The National Park Service (NPS) and U.S. Department of the Interior (DOI) commemorated Pride Month on Tuesday by posting photographs on Instagram of rainbows adorning picturesque national park landscapes.
“The National Park Service preserves a variety of places commemorating America’s multi-faceted history and is devoted to preserving, protecting, and telling the stories of ALL Americans,” the NPS wrote along with a picture of a rainbow over Lake Mead National Recreation Area in Arizona and Nevada. “Discover stories that tell the contributions of the LGBTQ+ community to the nation’s history in parks across the country.”
The post then links to the section of the NPS website that commemorates the “LGBTQ heritage” of NPS by attempting to link some of the national parks and historical sites to homosexuality or transgender behavior.
Examples include linking the Battle of Vicksburg site in Mississippi to a woman named Jennie Hodges, who pretended to be a male soldier and enlisted in the Union Army. The NPS entry on Hodges uses both feminine and masculine pronouns to describe her. NPS also uses the Battle of Little Big Horn site in Montana to talk about transgender Native Americans, writing, “This area memorializes the U.S. Army’s 7th Cavalry and the Sioux and Cheyenne in one of the Indian’s last armed efforts to preserve their way of life. Here on June 25 and 26 of 1876, 263 soldiers, including Lt. Col. George A. Custer and attached personnel of the U.S. Army, died fighting several thousand Lakota, and Cheyenne warriors. Cheyenne male two spirits (he’emane’o), who dressed in women’s clothing, had important roles in the community in celebrating battle victories.”
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The DOI, of which the NPS is a part, also weighed in on Pride Month, posting a photo of a rainbow arching over Yellowstone National Park in Wyoming, Montana, and Idaho.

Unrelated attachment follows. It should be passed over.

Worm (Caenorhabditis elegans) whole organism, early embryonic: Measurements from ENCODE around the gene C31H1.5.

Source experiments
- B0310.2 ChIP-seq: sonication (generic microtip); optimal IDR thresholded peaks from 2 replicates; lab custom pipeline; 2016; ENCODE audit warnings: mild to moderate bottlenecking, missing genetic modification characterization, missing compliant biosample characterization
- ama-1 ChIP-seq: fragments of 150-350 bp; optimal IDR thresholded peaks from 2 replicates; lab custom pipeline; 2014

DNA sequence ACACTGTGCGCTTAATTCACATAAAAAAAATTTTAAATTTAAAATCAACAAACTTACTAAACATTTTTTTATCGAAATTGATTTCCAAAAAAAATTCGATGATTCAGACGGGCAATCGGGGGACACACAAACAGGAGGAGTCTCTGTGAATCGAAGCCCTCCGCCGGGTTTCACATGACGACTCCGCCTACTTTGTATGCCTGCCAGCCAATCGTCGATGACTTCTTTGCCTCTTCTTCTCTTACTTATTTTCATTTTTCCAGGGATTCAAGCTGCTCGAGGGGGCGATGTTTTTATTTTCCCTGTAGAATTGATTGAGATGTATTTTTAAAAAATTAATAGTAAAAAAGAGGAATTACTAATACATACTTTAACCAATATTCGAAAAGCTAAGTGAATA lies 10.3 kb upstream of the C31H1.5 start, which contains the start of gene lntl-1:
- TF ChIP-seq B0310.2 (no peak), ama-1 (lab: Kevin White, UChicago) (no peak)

“Happy PRIDE!” the post read along with a rainbow emoji. “At Interior, we are devoted to preserving, protecting, and telling the stories of ALL Americans. We acknowledge the continuing efforts of all those who fight for equality, promote tolerance and acceptance, and embrace diversity. Happy LGBTQ+ #PrideMonth!” the DOI wrote.
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In 2014, the DOI announced a new heritage initiative to commemorate LGBT history. As NPS Director Jonathan Jarvis at the time wrote in part:
The men and women who serve in the National Park Service joined our organization to be part of something special, and all of us, no matter what our role, help bring America’s stories to life for our visitors. One of my priorities as we look toward the Service’s centennial year in 2016 has been to ensure that the stories we tell represent the diversity of the American experience and share stories that are relevant to all Americans.
The National Park Service has a responsibility to protect, preserve and tell the stories of some of our nation’s most iconic places, and as part of that responsibility, it is our job to be sure that Americans never forget where we’ve been, where we are, and what we aspire to be as a nation. I am excited to see how the outcomes of the LGBT Heritage Initiative and theme study will allow us to share a more inclusive version of our uniquely American experience.
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